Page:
RIAA Against Obligatory FM TunersAdded: Friday, April 29th, 2011
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RIAA apparently changed its mind on the issue and is now saying that terrestrial radio is the only platform in the modern world that doesn’t fully respect IP rights because of its long-lasting exemption from performance fees. At the same time, mobile devices are a kind of distribution platform that fully compensate artists.
It currently looks like the RIAA has decided to join the team of wireless and consumer electronics trade groups that are opposing the government mandates for FM tuners in mobile phones. However, just less than a year ago the RIAA and the NAB (National Association of Broadcasters) developed a scheme according to which the RIAA would help the NAB force Congress to demand that all portable electronic devices included an FM tuner. In exchange, the radio would have to pay $100 million as royalties to musicians and record labels.
The matter was that the terrestrial radio had enjoyed a long-lasting exemption from performance fees under American copyright law. In exchange for the RIAA’s help, the NAB promised to support the “Performance Rights Act” which was intended to amend copyright legislation over the performance discrepancy.
Despite the critics blasting the backroom scheme, the National Association of Broadcasters made an attempt to defend the proposal, saying that it was both pro-consumer and pro-safety. However, a survey revealed that the public didn’t buy it.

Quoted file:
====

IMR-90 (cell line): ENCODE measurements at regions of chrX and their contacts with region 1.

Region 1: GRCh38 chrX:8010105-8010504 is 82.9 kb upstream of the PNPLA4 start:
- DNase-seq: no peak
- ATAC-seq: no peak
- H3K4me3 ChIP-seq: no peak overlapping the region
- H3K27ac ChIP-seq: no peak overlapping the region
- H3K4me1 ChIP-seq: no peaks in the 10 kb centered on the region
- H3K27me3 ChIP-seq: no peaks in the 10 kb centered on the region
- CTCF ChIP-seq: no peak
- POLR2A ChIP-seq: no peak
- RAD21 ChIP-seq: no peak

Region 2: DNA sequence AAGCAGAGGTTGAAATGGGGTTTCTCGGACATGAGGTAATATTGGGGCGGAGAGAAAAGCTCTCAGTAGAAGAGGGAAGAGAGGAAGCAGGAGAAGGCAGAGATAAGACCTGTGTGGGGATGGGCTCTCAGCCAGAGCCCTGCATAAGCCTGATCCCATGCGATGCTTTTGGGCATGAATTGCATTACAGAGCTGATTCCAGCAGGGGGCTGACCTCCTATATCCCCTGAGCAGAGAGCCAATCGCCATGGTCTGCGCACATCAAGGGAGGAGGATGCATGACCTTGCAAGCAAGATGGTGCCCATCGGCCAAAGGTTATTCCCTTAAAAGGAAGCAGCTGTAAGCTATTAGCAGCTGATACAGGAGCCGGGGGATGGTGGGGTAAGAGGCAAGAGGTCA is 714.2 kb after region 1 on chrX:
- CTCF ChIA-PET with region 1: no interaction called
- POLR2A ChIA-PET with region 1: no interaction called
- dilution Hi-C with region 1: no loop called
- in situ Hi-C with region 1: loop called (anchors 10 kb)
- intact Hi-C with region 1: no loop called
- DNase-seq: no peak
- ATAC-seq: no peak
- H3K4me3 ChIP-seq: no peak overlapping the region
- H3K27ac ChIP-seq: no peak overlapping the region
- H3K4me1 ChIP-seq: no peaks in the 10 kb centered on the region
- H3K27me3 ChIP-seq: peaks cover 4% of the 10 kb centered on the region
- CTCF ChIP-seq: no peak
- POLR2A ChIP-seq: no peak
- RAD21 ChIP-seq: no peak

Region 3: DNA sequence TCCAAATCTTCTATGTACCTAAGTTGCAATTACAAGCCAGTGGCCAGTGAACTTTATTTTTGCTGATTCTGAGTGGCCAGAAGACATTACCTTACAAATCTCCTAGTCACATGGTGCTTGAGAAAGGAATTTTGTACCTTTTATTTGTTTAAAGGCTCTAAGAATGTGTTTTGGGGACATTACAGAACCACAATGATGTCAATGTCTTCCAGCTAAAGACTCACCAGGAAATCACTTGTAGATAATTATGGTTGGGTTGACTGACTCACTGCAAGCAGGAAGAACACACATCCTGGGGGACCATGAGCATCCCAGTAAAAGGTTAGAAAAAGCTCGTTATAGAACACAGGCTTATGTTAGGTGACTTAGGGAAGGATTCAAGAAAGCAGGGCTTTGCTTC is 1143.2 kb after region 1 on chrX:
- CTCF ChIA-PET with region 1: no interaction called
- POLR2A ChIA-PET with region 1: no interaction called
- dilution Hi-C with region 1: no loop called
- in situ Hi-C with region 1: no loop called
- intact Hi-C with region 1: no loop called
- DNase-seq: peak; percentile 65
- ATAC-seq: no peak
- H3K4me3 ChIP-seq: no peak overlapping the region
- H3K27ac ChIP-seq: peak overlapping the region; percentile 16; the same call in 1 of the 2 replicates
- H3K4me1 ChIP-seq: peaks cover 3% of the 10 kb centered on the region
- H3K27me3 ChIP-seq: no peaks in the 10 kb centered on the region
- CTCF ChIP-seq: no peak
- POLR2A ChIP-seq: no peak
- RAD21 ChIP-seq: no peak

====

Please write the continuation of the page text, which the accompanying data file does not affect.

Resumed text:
Today it seems that the affair has come full circle, with the RIAA teaming up with the Wireless Association and the Consumer Electronics Association in order to oppose the mandated FM tuners in portable electronic devices, claiming that they are a music distribution platform that properly compensates artists. So, the RIAA calls this idea of the government the one making no sense. The same outfits are also supporting the “Creativity and Innovation Resolution” calling on Congress to oppose any mandate for the inclusion of FM tuners in the mobile devices.
Now, when the RIAA is supporting wireless and consumer electronics trade groups, the NAB may experience difficulties in lobbying for mandated FM tuners, particularly with a Republican-led House of Representatives. Moreover, the new partnership may rather convince Congress that it is right time for radio to pay the same royalty fees as satellite and online radio broadcasters.
April 29th,2011Posted by:
Friday, April 29th, 2011
|posted by (2011-04-29 15:13:50)|
|Umm.. the Radio community fought this agressivly.... ALL the local stations here in Baltimore and I am sure alot more nationwide had petitions and call in numbers to protest the royalties... Apparently it worked, Congress did not approve it... We want our free Radio to stay as it is...|
|They are going to cut their own throats. If no one can listen to the music then who the hell will want to buy their shit?|
|posted by (2011-05-03 00:26:05)|
|Of course the RIAA does not wants FM tuner, that would mean less business for them, people will buy less music. The RIAA can not be trusted in this issue, since they have conflicting interest that do not have citizens in mind but profit driven thinking. Where ever you see the RIAA sticking their noses, you will see the money trail right behind it.||
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